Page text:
# example of discontinuous function having direction derivative

Is there a function (non piece-wise unlike below) which is discontinuous but has directional derivative at particular point? I have a manual that says the function has directional derivative at $(0,0)$ but is not continuous at $(0,0)$. $$f(x,y) = \begin{cases} \frac{xy^2}{x^2+y^4} & \text{ if } x \neq 0\\ 0 & \text{ if } x= 0 \end{cases}$$

Can anyone give me few examples which is not defined piece wise as above?

• Before I think about $|\cdot |$, does it count as a piece wise function? – Git Gud Jan 16 '13 at 18:58
• what would that be? could you give me link about |.| – Santosh Linkha Jan 16 '13 at 18:59
• I mean the absolute value. Of what? Yet to be determined, maybe $|x|$ or $|xy|$.. – Git Gud Jan 16 '13 at 19:00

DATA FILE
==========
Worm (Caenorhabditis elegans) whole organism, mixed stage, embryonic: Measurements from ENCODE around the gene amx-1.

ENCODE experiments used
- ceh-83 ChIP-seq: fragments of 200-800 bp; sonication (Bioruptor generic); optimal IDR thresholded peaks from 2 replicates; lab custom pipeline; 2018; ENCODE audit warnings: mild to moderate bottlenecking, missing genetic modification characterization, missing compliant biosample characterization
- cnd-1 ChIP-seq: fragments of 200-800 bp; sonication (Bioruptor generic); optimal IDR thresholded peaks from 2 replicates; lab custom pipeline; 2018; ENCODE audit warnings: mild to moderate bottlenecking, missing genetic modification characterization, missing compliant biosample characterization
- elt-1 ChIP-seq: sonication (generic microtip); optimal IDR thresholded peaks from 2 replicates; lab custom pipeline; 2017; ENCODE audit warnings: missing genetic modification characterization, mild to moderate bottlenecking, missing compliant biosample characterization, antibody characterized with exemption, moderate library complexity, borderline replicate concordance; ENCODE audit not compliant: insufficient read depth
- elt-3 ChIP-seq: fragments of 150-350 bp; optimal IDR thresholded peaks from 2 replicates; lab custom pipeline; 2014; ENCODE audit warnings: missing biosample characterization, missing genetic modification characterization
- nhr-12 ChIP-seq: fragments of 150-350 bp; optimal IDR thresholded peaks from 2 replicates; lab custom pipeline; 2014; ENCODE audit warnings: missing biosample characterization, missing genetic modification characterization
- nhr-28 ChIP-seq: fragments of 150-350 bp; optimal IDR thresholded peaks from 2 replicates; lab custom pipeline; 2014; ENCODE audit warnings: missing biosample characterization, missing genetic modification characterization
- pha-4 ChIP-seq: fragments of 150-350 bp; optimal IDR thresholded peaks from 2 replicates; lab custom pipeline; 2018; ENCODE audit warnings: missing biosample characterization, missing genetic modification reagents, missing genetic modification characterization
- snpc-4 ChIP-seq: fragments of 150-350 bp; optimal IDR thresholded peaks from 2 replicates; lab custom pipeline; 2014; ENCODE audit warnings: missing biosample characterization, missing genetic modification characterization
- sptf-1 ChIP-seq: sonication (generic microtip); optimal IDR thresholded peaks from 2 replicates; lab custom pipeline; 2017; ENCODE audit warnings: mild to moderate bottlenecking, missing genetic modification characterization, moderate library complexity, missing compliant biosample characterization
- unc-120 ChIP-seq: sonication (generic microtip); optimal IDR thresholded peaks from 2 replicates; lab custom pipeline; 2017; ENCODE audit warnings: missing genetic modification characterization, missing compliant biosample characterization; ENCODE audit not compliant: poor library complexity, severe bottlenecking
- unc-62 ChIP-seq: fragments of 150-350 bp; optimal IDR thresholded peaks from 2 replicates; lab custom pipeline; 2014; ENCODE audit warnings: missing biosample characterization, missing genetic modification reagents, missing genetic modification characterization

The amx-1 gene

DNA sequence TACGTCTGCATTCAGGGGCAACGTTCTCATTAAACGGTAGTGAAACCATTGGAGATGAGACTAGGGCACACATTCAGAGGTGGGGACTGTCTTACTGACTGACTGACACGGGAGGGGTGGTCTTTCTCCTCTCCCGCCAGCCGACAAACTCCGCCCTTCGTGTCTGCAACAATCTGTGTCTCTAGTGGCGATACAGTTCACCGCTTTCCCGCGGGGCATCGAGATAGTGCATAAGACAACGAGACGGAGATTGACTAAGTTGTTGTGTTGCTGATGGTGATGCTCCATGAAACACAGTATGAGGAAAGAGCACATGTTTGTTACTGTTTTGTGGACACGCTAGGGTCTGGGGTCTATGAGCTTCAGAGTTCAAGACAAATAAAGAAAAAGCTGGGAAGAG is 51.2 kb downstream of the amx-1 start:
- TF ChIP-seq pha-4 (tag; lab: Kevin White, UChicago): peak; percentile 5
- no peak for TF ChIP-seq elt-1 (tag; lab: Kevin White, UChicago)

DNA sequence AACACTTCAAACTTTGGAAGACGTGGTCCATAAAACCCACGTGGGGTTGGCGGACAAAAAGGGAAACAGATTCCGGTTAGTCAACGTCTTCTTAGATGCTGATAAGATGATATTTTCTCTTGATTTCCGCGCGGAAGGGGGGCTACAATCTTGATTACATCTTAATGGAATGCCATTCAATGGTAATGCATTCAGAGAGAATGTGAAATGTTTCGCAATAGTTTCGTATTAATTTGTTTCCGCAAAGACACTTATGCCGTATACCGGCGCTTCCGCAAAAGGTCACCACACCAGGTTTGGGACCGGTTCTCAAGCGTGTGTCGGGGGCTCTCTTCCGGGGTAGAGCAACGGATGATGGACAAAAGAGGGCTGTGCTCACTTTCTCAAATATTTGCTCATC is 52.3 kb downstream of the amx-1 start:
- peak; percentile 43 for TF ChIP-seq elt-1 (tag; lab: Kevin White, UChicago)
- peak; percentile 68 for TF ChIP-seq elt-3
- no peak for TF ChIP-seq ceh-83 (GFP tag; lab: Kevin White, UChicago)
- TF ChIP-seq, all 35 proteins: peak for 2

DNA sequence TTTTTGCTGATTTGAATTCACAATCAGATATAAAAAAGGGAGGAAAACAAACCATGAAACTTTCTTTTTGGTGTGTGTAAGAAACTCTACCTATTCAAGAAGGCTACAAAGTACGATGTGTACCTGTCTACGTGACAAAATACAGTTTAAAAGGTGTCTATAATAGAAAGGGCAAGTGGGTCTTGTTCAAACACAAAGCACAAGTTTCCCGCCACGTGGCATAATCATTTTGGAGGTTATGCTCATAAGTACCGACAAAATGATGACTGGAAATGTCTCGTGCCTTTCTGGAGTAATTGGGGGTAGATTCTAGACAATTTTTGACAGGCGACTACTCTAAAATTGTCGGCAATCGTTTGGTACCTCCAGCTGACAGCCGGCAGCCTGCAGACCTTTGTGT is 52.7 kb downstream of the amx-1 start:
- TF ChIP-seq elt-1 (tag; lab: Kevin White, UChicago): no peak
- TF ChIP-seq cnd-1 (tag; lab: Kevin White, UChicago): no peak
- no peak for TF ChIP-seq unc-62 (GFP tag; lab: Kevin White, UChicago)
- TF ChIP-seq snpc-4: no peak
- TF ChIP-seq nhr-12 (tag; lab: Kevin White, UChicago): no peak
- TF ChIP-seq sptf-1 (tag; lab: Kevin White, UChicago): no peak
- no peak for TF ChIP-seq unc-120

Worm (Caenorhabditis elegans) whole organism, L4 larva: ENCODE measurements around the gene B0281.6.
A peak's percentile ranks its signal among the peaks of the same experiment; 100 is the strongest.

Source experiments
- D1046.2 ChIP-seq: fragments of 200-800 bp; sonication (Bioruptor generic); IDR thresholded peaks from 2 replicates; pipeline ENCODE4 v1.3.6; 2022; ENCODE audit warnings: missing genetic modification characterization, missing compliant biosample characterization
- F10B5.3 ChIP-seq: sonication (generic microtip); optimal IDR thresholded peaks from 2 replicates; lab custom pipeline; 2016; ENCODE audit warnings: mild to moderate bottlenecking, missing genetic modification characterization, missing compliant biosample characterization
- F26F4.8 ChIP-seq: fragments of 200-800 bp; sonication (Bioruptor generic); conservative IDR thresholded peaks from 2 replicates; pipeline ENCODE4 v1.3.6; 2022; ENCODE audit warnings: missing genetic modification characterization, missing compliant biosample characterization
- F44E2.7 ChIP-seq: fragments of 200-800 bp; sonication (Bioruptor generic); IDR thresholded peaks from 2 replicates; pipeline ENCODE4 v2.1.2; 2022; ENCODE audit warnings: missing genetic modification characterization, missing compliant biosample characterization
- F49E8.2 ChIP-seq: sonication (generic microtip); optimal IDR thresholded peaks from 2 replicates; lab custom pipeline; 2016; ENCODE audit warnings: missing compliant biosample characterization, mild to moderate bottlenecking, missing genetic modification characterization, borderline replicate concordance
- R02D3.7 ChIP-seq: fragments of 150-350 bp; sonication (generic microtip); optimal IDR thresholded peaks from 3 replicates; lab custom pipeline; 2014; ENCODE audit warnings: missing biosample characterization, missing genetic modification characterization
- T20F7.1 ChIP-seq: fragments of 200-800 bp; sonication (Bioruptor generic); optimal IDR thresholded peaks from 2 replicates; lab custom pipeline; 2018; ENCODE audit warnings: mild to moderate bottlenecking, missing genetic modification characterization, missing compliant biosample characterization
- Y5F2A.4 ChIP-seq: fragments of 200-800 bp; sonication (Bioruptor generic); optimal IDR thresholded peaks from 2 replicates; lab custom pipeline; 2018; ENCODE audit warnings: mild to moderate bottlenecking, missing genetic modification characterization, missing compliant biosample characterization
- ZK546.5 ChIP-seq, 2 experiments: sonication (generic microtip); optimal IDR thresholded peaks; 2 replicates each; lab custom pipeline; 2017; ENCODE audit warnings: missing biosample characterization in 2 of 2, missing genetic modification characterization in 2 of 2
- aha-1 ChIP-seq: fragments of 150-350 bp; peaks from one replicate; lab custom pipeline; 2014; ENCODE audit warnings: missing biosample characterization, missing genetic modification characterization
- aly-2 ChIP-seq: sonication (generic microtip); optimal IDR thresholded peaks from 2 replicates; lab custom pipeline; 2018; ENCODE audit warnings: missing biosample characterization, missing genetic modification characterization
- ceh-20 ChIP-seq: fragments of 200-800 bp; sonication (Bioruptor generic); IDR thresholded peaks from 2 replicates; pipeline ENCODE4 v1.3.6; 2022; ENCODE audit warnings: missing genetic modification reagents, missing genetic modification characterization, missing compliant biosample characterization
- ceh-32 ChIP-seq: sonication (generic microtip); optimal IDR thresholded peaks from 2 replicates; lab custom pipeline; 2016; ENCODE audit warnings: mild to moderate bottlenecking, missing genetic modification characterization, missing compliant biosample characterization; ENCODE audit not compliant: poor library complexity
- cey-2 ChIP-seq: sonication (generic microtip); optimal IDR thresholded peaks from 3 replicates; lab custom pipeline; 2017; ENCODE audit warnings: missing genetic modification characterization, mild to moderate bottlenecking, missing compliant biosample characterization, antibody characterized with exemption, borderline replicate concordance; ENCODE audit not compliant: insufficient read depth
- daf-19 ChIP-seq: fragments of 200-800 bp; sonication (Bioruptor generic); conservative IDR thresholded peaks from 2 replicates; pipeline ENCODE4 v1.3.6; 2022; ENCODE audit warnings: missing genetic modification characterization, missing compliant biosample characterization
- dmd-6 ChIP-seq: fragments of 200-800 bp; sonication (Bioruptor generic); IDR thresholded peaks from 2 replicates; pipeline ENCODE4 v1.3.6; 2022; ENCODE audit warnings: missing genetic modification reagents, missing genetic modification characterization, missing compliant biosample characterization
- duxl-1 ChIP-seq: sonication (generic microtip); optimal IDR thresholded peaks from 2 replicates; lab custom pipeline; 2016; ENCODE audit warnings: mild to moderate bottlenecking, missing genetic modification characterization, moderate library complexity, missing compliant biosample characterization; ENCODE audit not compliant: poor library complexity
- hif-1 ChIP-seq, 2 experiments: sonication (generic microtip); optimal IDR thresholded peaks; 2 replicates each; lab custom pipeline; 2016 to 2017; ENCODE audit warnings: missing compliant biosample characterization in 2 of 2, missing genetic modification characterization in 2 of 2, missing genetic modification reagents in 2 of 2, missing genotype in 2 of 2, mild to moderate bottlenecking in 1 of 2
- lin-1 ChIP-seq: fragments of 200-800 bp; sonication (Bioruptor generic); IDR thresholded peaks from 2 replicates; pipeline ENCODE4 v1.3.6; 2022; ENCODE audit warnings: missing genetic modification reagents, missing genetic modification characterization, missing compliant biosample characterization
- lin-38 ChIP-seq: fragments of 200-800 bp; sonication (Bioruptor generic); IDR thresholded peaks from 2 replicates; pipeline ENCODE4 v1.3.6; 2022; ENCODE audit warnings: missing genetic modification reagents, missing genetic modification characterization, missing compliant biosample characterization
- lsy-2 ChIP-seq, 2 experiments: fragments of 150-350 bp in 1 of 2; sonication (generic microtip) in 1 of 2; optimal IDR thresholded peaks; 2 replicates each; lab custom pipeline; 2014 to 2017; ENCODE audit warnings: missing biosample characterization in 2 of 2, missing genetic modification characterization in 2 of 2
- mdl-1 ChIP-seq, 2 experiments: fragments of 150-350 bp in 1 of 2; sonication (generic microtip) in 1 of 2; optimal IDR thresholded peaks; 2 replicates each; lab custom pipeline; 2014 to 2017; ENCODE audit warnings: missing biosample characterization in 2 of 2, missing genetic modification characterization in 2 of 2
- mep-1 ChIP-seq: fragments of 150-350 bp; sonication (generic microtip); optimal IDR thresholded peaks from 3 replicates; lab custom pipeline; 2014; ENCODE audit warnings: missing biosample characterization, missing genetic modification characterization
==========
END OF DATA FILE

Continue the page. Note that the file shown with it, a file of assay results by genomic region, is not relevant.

• I think not .. i just don't want that condition imposed like f(x) = this when x = this or x=that – Santosh Linkha Jan 16 '13 at 19:01
• It's probably continuous anyway. – Git Gud Jan 16 '13 at 19:02

$$f(x,y)=\lim_{u\to0}\frac{xy^2+u^2}{x^2+y^4+u^2}$$
• @experimentX And I know you can't disallow limits if you would be willing to accept $e^x$ or $\sin x$. :) – Hagen von Eitzen Jan 16 '13 at 19:37
The standard "elementary" functions are always continuous where they are defined, so this would be hard to do. You might try $$f(x,y) = \arg( -\exp(i(y-x^2)(2x^2-y))) - (y-x^2)(2x^2-y)$$ where arg is the "principal branch" of the argument.
$f(x,y)=\frac{xy}{x^2+y^2}$ at $(x,y)\neq (0,0)$ and $=0$ at $(x,y)=(0,0)$
• Since $f(x,x)\to\frac12$ when $x\to0$, some functional derivatives of $f$ at $(0,0)$ do not exist. – Did Jan 16 '13 at 19:08